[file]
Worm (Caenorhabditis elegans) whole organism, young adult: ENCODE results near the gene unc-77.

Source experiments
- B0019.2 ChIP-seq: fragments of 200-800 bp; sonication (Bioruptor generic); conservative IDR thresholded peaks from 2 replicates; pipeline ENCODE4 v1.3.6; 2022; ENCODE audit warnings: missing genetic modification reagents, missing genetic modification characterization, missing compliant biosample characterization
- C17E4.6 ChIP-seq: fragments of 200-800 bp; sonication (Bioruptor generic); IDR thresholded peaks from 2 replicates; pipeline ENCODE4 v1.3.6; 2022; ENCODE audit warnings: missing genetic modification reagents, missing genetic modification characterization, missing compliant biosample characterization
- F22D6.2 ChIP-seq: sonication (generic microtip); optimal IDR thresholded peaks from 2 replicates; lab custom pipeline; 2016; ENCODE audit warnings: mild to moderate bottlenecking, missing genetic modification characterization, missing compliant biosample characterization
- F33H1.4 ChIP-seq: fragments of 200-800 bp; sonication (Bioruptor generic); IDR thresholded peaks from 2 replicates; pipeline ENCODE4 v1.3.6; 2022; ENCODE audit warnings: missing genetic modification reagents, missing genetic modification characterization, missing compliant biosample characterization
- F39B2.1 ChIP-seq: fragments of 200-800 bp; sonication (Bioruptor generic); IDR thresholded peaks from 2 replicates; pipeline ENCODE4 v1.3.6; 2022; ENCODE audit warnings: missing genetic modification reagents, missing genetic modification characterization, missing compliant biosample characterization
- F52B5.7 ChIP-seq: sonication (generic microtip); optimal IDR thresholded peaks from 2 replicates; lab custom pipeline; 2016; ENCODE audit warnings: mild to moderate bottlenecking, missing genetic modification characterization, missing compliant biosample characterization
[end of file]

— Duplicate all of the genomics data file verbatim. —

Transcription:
Worm (Caenorhabditis elegans) whole organism, young adult: ENCODE results near the gene unc-77.

Source experiments
- B0019.2 ChIP-seq: fragments of 200-800 bp; sonication (Bioruptor generic); conservative IDR thresholded peaks from 2 replicates; pipeline ENCODE4 v1.3.6; 2022; ENCODE audit warnings: missing genetic modification reagents, missing genetic modification characterization, missing compliant biosample characterization
- C17E4.6 ChIP-seq: fragments of 200-800 bp; sonication (Bioruptor generic); IDR thresholded peaks from 2 replicates; pipeline ENCODE4 v1.3.6; 2022; ENCODE audit warnings: missing genetic modification reagents, missing genetic modification characterization, missing compliant biosample characterization
- F22D6.2 ChIP-seq: sonication (generic microtip); optimal IDR thresholded peaks from 2 replicates; lab custom pipeline; 2016; ENCODE audit warnings: mild to moderate bottlenecking, missing genetic modification characterization, missing compliant biosample characterization
- F33H1.4 ChIP-seq: fragments of 200-800 bp; sonication (Bioruptor generic); IDR thresholded peaks from 2 replicates; pipeline ENCODE4 v1.3.6; 2022; ENCODE audit warnings: missing genetic modification reagents, missing genetic modification characterization, missing compliant biosample characterization
- F39B2.1 ChIP-seq: fragments of 200-800 bp; sonication (Bioruptor generic); IDR thresholded peaks from 2 replicates; pipeline ENCODE4 v1.3.6; 2022; ENCODE audit warnings: missing genetic modification reagents, missing genetic modification characterization, missing compliant biosample characterization
- F52B5.7 ChIP-seq: sonication (generic microtip); optimal IDR thresholded peaks from 2 replicates; lab custom pipeline; 2016; ENCODE audit warnings: mild to moderate bottlenecking, missing genetic modification characterization, missing compliant biosample characterization